Some California veterans who want to take life-ending medication under California’s right-to-die law are prevented from doing so by the California Department of Veterans Affairs, KOVR-TV reported.
What’s the story?
In 2015, California passed the End of Life Option Act, which allows “an individual who is an adult with capacity to make medical decisions and with a terminal disease” to “make a request to receive a prescription for an aid-in-dying drug.”
But veterans who live in California Department of Veterans Affairs (CalVet) homes face eviction if they choose the end-of-life option.
CalVet doesn’t allow physicians to administer the end-of-life medication in its homes because, even though it's legal by California state law, the department said it has concerns over losing federal funding.
Instead, CalVet says it would assist anyone who wants to take aid-in-dying drugs in “relocating to a hospice, family home or other location.”
‘I came here to die’
Some veterans in the eight CalVet homes in California are frustrated that they are banned from end-of-life drugs unless they move, because for someone near the end of their life suffering from a terminal illness, moving is not a reasonable option.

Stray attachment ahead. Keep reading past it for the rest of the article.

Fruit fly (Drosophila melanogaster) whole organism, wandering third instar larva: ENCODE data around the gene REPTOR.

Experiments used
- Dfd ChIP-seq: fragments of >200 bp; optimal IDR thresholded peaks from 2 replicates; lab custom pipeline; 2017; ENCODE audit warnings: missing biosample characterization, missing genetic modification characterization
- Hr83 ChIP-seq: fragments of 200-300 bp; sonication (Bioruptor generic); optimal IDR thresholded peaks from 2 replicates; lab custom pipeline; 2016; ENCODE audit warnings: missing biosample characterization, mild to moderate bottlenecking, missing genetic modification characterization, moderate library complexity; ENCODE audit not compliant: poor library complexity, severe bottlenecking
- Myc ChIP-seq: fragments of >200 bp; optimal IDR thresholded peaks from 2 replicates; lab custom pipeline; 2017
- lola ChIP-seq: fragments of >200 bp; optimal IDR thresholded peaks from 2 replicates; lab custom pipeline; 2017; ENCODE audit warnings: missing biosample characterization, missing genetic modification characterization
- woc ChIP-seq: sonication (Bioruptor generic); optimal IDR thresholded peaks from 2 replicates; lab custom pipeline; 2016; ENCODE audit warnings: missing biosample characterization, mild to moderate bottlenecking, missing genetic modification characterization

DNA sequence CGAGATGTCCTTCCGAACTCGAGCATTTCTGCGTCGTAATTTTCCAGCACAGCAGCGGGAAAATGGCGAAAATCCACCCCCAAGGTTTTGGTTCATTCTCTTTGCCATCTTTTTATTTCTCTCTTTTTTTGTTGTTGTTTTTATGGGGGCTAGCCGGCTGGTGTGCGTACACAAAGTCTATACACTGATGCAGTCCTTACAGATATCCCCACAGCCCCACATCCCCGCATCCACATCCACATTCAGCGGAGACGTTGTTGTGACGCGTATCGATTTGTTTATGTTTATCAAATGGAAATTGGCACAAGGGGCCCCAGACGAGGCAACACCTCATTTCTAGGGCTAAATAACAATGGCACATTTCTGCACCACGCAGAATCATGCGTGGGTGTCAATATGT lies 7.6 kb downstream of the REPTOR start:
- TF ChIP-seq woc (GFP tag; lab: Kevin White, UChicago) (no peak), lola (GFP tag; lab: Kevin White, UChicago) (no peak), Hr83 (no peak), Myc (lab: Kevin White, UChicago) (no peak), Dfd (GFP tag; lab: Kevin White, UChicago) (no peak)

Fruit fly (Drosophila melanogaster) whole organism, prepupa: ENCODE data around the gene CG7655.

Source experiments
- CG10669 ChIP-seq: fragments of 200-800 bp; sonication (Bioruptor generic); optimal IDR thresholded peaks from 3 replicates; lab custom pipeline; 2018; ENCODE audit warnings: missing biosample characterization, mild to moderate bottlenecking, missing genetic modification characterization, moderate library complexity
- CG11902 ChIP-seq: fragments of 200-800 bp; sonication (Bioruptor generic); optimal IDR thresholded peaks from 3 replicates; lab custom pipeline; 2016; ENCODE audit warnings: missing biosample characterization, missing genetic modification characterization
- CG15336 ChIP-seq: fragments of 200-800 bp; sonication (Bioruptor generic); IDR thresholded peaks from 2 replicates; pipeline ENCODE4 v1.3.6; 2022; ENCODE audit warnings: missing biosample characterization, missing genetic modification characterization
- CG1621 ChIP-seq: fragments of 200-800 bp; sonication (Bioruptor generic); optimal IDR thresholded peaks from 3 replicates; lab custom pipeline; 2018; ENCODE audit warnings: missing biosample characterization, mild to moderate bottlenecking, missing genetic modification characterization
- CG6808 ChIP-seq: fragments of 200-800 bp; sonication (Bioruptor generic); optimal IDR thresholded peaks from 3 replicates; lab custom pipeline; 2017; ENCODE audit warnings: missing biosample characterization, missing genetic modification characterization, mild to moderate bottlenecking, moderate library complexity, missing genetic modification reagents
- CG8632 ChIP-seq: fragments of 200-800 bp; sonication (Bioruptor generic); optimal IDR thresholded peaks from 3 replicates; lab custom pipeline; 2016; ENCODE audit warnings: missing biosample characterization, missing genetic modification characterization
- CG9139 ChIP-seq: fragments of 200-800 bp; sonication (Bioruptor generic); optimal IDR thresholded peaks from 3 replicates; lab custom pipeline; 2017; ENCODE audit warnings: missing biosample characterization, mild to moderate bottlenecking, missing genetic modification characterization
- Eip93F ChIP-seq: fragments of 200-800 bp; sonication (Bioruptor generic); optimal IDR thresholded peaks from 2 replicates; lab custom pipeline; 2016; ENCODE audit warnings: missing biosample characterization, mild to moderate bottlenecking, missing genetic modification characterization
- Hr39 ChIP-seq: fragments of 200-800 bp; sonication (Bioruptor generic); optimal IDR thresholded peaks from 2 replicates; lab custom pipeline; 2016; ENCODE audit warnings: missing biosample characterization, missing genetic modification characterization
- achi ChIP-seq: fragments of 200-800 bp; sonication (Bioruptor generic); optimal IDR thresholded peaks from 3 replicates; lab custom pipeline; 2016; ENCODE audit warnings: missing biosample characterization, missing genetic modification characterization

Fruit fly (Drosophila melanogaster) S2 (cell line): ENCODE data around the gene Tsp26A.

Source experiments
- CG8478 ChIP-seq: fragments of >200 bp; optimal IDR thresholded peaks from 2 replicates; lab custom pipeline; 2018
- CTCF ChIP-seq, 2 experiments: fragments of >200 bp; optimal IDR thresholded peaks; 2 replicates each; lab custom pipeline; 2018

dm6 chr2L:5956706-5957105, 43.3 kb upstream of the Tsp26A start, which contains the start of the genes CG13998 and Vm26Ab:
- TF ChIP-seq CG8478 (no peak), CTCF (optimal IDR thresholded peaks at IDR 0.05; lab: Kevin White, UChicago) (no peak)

“To be evicted on the last days of my life would be the hardest thing I can imagine on me,” veteran Bob Sloan told KOVR. “How can a person, in the last six months of their life, if they’re in such pain or agony, maybe they don’t have the strength, or whatever, to make a move?”
Sloan said he and many other residents are clear about why they’re in these homes, and what stage of life they’re at.
“I came here with the same purpose as just about everybody else that came here," Sloan said. "I came here to die.”
Sloan and some other veterans are trying to find someone to draft legislation that would allow people in CalVet homes to utilize end-of-life medication, but they haven’t found any lawmakers to do that yet.